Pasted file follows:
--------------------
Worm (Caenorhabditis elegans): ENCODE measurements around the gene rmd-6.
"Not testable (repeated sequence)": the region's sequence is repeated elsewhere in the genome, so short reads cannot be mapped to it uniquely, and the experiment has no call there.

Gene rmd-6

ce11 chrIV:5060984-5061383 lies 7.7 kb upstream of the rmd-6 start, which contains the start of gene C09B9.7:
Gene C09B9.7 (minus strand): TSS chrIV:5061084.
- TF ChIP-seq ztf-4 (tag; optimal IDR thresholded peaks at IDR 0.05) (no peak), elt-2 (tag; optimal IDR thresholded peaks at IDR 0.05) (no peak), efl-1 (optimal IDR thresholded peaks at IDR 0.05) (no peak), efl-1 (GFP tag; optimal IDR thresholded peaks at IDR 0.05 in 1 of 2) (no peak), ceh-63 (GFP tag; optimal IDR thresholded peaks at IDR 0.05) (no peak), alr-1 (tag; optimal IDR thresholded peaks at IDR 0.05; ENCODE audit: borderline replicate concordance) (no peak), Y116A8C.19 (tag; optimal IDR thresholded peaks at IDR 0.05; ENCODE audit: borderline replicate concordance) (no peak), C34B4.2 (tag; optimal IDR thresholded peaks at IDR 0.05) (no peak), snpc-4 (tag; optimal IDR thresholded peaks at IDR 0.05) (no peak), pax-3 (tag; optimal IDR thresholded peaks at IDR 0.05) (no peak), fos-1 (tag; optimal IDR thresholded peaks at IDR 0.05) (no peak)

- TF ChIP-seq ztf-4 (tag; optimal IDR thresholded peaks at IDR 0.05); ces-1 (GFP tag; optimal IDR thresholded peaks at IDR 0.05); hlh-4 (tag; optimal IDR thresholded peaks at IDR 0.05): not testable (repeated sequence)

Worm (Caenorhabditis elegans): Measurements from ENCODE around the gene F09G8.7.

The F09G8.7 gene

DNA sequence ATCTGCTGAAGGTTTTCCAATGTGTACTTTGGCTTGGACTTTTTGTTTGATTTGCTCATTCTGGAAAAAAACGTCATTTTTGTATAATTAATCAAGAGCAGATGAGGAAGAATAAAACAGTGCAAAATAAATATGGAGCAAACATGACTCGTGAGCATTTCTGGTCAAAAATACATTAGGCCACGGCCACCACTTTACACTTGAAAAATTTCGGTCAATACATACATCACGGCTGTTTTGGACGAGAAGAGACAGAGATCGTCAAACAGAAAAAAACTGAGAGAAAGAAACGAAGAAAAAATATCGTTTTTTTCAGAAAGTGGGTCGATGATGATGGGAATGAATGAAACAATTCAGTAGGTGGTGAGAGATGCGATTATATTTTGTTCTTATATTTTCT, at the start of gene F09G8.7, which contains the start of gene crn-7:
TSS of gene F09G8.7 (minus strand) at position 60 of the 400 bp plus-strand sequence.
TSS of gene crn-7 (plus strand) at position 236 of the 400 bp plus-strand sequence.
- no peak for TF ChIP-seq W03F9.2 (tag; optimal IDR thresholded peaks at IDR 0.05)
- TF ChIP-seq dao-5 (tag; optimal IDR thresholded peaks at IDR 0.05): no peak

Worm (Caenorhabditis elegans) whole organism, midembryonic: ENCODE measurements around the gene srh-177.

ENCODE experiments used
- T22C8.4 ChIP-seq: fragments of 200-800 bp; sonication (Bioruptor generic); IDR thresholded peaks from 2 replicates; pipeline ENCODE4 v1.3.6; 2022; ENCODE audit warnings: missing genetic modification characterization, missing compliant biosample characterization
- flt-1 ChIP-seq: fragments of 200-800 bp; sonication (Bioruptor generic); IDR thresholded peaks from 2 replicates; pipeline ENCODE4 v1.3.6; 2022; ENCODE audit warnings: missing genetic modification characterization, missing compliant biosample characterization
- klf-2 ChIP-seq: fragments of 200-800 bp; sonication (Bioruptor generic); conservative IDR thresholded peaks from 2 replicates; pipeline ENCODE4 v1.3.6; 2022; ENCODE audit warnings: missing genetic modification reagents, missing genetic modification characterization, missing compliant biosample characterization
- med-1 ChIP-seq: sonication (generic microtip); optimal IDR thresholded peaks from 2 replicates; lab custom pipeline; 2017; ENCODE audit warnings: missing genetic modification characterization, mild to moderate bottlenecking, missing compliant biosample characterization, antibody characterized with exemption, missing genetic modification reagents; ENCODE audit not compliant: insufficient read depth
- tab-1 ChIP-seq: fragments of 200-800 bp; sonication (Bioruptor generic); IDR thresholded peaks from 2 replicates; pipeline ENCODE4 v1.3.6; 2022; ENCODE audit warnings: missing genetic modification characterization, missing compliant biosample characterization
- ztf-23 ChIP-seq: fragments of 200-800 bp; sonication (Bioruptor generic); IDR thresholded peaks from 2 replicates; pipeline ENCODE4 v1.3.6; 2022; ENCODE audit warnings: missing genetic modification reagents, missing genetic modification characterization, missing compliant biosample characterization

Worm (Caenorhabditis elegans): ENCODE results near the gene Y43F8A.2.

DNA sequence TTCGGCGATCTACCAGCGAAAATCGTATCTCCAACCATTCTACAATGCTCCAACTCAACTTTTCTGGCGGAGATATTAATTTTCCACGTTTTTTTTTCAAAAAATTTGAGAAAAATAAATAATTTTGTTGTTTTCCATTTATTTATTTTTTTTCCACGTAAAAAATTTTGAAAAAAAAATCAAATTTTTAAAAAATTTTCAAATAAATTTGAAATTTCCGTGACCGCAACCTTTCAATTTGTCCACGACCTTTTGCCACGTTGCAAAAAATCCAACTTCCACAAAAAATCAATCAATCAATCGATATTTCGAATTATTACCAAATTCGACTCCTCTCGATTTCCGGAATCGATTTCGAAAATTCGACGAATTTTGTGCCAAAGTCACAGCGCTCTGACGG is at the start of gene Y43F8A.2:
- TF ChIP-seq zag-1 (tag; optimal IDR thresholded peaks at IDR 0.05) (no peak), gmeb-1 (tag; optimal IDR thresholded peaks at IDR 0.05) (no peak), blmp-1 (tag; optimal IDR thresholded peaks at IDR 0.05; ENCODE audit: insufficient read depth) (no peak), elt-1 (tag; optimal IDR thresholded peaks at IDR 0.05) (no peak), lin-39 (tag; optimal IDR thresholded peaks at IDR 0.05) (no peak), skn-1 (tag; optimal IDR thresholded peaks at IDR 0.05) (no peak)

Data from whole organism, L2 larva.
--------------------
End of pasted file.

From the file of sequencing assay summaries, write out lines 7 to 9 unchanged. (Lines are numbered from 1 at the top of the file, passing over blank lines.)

- TF ChIP-seq ztf-4 (tag; optimal IDR thresholded peaks at IDR 0.05); ces-1 (GFP tag; optimal IDR thresholded peaks at IDR 0.05); hlh-4 (tag; optimal IDR thresholded peaks at IDR 0.05): not testable (repeated sequence)

Worm (Caenorhabditis elegans): Measurements from ENCODE around the gene F09G8.7.

The F09G8.7 gene